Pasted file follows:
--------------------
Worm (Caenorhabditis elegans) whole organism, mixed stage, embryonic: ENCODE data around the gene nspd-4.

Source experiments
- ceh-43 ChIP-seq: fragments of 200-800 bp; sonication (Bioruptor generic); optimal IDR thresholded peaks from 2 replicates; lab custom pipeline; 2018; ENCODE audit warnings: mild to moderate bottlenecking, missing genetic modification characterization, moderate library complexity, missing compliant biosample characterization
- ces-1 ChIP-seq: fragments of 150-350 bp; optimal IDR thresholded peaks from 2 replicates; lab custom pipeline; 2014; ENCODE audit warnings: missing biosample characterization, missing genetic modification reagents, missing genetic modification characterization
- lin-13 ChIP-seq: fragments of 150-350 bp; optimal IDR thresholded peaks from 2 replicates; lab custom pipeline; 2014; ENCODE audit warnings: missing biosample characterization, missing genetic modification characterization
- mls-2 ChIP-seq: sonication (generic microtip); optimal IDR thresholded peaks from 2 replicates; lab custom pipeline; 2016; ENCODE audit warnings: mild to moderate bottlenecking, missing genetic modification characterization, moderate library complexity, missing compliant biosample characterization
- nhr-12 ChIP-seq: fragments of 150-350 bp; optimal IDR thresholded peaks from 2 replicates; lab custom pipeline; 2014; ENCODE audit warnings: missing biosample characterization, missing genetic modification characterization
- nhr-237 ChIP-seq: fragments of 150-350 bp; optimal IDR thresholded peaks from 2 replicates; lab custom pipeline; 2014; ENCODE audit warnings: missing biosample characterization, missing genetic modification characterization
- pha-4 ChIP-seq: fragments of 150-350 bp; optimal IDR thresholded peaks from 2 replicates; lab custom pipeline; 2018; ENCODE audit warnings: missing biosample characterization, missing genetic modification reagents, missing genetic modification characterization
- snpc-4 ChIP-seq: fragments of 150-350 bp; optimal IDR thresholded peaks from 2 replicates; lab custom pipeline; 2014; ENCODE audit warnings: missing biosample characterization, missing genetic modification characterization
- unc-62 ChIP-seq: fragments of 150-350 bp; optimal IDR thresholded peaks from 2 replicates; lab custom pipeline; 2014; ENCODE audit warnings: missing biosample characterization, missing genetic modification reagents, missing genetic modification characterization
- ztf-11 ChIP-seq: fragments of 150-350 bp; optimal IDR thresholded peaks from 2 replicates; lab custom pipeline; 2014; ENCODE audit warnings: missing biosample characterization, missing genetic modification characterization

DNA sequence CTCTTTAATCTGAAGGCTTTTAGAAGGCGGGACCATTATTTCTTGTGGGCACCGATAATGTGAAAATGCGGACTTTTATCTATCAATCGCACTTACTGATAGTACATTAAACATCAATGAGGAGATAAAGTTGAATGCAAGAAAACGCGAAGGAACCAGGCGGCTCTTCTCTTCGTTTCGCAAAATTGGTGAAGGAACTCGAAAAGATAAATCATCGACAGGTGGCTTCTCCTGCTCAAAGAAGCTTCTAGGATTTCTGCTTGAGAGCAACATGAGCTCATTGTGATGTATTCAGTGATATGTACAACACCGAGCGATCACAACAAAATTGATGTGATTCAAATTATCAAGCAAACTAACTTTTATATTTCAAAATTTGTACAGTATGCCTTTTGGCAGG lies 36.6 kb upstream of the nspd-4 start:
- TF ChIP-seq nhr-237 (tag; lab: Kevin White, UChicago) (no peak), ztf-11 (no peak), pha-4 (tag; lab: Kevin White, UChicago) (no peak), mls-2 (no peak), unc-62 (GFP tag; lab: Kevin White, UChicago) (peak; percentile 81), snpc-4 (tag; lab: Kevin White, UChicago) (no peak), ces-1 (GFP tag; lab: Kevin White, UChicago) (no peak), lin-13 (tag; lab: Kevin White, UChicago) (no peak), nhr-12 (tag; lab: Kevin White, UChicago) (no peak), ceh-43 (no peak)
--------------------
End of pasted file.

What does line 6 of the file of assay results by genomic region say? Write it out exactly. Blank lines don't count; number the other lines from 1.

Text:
- mls-2 ChIP-seq: sonication (generic microtip); optimal IDR thresholded peaks from 2 replicates; lab custom pipeline; 2016; ENCODE audit warnings: mild to moderate bottlenecking, missing genetic modification characterization, moderate library complexity, missing compliant biosample characterization